Operant Conditioning and Skinner's Method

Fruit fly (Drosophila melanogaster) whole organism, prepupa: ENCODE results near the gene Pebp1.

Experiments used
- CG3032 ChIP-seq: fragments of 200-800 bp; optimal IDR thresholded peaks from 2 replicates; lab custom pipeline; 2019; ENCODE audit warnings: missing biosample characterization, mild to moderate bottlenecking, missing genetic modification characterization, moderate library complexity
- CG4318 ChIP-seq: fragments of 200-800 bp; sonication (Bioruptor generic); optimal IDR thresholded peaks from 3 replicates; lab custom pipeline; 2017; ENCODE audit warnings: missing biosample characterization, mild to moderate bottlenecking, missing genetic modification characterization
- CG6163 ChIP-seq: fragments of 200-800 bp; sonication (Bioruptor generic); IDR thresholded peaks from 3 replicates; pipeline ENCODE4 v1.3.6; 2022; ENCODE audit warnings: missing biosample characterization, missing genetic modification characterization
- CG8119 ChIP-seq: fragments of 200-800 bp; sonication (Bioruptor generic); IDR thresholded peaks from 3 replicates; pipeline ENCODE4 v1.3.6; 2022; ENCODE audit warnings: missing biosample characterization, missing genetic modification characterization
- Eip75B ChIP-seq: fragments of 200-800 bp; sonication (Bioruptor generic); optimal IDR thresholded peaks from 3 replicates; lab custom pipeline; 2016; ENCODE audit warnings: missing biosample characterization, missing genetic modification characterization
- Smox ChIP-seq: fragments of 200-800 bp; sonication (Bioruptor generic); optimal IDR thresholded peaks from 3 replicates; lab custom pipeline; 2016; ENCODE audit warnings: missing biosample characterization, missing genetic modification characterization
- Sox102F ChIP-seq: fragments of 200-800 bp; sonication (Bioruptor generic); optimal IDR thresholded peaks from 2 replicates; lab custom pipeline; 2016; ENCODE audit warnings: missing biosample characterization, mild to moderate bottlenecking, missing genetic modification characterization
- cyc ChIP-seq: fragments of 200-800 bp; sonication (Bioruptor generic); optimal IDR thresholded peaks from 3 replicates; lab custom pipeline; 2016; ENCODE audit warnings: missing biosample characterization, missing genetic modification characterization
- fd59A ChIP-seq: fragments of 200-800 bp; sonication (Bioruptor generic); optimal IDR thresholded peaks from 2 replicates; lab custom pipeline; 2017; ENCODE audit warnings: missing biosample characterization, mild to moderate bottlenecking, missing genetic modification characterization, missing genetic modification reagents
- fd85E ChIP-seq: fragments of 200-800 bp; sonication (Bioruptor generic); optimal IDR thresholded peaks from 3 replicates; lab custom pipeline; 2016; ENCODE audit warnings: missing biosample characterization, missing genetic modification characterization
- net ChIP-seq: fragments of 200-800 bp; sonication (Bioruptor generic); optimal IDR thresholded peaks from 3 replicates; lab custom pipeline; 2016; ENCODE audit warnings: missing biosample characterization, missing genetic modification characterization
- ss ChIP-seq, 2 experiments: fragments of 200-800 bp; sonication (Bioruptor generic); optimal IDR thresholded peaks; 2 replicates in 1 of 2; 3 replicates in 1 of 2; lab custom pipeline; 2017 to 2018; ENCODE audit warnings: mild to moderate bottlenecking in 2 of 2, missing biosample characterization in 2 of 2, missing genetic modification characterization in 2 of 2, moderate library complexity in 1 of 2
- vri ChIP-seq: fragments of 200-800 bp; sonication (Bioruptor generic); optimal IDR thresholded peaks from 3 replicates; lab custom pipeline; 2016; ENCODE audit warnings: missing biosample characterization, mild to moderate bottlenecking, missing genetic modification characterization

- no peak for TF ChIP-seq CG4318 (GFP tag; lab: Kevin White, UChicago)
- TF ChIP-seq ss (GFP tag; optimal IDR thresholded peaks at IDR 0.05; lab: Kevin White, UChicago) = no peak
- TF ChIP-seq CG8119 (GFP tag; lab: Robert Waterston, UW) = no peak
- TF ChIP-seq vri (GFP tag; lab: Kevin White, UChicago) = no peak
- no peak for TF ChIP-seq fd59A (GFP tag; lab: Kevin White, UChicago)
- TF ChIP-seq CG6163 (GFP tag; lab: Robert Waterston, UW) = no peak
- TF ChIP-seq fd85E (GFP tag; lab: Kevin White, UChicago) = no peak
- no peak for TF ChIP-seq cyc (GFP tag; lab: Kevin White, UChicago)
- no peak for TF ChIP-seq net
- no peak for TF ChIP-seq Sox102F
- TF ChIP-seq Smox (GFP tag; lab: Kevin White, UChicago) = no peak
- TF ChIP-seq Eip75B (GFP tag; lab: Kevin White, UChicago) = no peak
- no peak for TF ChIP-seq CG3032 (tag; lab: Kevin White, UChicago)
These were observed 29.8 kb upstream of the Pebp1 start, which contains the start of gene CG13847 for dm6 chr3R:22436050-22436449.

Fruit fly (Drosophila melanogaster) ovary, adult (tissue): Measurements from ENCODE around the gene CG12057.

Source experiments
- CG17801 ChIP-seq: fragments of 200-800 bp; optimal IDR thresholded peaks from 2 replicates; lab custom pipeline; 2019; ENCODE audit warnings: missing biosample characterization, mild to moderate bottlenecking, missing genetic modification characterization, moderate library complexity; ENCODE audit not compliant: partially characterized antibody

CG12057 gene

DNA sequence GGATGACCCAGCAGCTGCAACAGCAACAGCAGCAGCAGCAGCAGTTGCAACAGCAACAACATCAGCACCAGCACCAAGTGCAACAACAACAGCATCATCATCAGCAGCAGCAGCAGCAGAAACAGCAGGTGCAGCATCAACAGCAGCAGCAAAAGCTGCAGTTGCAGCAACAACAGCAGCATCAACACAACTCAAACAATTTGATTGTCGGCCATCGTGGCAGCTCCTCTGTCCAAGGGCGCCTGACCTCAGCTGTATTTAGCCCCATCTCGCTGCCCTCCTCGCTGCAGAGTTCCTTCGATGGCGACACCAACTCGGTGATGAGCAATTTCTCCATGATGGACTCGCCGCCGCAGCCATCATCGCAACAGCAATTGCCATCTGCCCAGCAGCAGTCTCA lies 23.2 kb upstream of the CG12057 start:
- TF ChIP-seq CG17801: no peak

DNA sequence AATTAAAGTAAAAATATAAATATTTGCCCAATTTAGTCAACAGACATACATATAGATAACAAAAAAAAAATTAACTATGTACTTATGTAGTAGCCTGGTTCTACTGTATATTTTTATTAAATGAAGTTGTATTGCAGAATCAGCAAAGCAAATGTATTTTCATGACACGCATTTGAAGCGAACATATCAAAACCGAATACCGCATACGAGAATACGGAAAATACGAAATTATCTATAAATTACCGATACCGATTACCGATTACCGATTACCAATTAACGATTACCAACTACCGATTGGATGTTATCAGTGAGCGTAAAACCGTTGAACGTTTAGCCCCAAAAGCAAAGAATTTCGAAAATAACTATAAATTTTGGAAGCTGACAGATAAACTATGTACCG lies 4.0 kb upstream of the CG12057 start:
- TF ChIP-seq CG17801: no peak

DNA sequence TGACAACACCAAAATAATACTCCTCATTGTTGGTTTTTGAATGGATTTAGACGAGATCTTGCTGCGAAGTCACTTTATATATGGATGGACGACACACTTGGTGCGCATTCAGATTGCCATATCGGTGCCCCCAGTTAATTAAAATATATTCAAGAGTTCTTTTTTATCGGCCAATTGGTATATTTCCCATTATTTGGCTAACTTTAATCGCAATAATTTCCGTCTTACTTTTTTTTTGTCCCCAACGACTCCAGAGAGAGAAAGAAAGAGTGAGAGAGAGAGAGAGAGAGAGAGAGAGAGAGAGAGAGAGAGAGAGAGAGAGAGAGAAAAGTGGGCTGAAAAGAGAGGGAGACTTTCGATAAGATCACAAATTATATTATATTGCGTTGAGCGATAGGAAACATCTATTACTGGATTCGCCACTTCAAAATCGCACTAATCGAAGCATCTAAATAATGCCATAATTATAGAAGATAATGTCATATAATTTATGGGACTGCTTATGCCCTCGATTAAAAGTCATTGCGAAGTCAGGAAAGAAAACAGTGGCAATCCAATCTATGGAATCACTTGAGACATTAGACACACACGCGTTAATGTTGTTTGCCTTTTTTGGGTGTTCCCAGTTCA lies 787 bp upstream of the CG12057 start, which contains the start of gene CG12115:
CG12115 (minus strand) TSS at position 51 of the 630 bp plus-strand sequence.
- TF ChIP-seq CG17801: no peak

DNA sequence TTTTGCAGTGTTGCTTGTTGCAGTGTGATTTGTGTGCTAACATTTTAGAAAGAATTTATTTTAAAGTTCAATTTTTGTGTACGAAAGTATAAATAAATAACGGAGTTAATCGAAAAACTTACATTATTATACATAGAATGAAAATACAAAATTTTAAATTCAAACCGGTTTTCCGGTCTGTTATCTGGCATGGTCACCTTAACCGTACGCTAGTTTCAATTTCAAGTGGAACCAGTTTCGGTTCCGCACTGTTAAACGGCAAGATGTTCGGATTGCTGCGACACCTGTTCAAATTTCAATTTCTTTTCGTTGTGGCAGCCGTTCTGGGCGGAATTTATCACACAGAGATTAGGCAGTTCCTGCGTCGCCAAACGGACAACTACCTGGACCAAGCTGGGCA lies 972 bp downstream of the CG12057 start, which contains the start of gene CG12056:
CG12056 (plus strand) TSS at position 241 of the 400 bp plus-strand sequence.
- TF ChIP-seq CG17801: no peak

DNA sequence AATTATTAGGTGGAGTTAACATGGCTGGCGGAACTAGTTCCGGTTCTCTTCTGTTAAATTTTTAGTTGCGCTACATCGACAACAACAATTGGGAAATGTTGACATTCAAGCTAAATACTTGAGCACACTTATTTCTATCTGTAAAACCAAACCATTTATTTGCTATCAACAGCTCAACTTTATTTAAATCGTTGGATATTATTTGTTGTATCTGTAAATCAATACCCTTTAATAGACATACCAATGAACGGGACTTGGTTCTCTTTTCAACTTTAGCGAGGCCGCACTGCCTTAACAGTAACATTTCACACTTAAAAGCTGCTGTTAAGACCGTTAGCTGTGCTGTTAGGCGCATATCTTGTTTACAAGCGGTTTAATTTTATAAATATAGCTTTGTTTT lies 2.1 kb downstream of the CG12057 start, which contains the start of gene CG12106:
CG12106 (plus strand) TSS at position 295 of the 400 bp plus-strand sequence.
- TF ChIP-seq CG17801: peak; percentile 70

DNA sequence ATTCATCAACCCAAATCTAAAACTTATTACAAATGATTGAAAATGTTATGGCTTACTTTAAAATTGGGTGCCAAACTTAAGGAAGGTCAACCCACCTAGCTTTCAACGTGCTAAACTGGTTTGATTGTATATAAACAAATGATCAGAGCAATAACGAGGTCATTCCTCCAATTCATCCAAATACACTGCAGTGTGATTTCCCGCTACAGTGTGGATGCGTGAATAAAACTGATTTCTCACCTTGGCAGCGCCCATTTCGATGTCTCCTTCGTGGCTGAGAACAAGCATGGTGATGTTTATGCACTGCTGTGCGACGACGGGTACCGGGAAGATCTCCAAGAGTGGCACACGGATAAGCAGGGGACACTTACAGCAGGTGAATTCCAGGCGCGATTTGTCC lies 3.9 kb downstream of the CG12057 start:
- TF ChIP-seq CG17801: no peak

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Operant Conditioning Introduction Operant conditioning is also referred to as 'instrumental conditioning' and is reported as a "method of learning that occurs through rewards and punishments for behavior. Through operant conditioning an association is made between a behavior and a consequence for that behavior." (Cherry, 2007) Operant conditioning was first examined by B.F. Skinner, a behaviorist and this is why it is referr3ed to as 'Skinnerian conditioning'. (Cherry, 2007) Skinner held that "internal thoughts and motivations could not be used in explaining behavior and that human behavior could be explained both by internal and external factors. I. Examples of Operant Conditioning Examples of Operant conditioning can be found in all areas of life such as children who complete homework and earn a reward from their parents or teacher or employees who complete projects and receive promotions or raises in pay. Cherry (2007) states that the promise of the rewards results in an increase in a specific behavior or alternatively the decrease in a specific and undesired behavior. Operant conditioning involves a voluntary response being followed by a reinforcing stimulus and a reinforcer is stated to be any stimulus that increases the behavior's frequency. In order to be a reinforce stimuli the stimuli is required to follow the response immediately and must be understood as being contingent upon the response. II. Components of Operant Conditioning The components of operant
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